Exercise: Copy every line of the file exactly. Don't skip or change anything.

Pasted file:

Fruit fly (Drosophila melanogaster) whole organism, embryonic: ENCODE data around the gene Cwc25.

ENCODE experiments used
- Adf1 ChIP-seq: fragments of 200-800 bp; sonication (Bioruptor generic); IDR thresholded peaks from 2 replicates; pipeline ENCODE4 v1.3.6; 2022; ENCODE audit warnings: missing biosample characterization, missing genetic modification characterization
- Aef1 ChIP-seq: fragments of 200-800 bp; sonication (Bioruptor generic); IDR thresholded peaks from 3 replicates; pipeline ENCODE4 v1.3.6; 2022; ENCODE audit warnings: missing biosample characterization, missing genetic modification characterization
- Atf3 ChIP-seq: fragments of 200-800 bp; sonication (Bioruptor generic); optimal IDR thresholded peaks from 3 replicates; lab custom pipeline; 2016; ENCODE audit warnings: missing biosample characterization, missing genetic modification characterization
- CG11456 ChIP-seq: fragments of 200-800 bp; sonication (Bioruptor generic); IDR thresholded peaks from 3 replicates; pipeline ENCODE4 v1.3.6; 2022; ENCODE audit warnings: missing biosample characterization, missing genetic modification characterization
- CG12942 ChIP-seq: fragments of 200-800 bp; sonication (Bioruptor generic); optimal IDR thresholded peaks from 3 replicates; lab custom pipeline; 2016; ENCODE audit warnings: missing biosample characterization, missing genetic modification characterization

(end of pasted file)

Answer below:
Fruit fly (Drosophila melanogaster) whole organism, embryonic: ENCODE data around the gene Cwc25.

ENCODE experiments used
- Adf1 ChIP-seq: fragments of 200-800 bp; sonication (Bioruptor generic); IDR thresholded peaks from 2 replicates; pipeline ENCODE4 v1.3.6; 2022; ENCODE audit warnings: missing biosample characterization, missing genetic modification characterization
- Aef1 ChIP-seq: fragments of 200-800 bp; sonication (Bioruptor generic); IDR thresholded peaks from 3 replicates; pipeline ENCODE4 v1.3.6; 2022; ENCODE audit warnings: missing biosample characterization, missing genetic modification characterization
- Atf3 ChIP-seq: fragments of 200-800 bp; sonication (Bioruptor generic); optimal IDR thresholded peaks from 3 replicates; lab custom pipeline; 2016; ENCODE audit warnings: missing biosample characterization, missing genetic modification characterization
- CG11456 ChIP-seq: fragments of 200-800 bp; sonication (Bioruptor generic); IDR thresholded peaks from 3 replicates; pipeline ENCODE4 v1.3.6; 2022; ENCODE audit warnings: missing biosample characterization, missing genetic modification characterization
- CG12942 ChIP-seq: fragments of 200-800 bp; sonication (Bioruptor generic); optimal IDR thresholded peaks from 3 replicates; lab custom pipeline; 2016; ENCODE audit warnings: missing biosample characterization, missing genetic modification characterization